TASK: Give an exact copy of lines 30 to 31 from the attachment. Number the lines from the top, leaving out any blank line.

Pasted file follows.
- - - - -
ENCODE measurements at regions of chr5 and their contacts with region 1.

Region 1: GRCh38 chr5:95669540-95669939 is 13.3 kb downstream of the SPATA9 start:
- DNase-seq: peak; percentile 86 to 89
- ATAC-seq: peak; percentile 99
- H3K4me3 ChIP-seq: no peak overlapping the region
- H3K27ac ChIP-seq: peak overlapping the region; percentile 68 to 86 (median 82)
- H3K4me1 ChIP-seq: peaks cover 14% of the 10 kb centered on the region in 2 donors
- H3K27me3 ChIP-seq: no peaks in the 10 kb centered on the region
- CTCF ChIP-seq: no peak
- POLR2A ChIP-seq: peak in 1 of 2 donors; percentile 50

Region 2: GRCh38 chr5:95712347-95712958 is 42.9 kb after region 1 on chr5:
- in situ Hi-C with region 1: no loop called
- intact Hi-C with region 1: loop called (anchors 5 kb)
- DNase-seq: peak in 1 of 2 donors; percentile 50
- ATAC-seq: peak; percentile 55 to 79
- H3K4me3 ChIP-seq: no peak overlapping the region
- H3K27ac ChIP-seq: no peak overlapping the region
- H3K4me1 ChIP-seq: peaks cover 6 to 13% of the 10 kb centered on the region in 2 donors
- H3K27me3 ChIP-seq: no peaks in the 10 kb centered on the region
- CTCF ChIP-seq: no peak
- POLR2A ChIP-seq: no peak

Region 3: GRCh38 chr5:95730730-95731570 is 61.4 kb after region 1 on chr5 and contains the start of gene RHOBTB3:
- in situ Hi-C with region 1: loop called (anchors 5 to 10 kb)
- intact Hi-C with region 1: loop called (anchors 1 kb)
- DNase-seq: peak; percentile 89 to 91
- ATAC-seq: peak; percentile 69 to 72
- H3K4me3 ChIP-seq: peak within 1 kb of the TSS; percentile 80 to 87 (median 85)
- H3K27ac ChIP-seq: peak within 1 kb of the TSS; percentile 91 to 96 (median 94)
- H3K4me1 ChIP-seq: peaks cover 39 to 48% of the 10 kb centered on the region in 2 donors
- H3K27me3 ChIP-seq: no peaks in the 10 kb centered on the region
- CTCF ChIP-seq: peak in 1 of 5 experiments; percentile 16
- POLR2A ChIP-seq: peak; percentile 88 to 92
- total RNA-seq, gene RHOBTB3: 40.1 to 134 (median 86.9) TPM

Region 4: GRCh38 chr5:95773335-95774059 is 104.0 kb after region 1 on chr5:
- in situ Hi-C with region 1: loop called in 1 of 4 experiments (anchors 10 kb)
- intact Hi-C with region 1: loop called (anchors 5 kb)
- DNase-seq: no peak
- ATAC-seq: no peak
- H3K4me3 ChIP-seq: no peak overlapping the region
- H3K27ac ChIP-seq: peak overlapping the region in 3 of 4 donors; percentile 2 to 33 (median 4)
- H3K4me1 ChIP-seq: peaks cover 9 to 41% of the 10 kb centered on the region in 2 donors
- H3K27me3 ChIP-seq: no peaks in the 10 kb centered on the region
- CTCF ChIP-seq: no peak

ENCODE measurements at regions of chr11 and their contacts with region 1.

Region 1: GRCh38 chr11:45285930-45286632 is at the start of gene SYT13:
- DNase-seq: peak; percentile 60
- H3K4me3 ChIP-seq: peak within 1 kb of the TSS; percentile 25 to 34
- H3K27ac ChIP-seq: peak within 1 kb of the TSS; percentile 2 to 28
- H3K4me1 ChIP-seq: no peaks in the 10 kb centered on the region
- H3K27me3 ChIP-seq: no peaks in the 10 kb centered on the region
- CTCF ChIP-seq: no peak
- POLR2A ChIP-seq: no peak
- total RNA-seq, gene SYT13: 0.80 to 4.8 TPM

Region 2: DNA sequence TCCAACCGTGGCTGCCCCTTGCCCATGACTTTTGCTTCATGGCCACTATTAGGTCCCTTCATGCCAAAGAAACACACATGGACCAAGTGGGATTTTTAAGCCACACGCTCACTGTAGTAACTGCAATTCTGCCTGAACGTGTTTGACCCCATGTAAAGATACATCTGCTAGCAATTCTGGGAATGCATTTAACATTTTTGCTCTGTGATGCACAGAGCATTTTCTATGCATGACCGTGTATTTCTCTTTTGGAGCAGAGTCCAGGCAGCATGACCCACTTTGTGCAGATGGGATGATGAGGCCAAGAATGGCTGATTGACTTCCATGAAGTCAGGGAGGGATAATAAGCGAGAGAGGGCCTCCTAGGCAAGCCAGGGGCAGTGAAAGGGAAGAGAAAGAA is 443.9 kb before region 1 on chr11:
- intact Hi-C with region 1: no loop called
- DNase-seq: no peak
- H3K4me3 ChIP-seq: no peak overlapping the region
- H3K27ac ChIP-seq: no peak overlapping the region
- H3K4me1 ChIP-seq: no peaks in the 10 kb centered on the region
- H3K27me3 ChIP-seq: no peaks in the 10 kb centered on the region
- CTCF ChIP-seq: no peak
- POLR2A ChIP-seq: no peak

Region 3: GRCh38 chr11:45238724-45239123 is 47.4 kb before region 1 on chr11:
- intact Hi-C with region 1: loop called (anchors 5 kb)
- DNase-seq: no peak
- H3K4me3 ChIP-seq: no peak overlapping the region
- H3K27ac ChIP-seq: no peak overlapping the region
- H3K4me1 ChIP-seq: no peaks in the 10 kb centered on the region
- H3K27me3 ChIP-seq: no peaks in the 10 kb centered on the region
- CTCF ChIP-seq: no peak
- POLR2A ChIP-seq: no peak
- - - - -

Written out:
- H3K27me3 ChIP-seq: no peaks in the 10 kb centered on the region
- CTCF ChIP-seq: peak in 1 of 5 experiments; percentile 16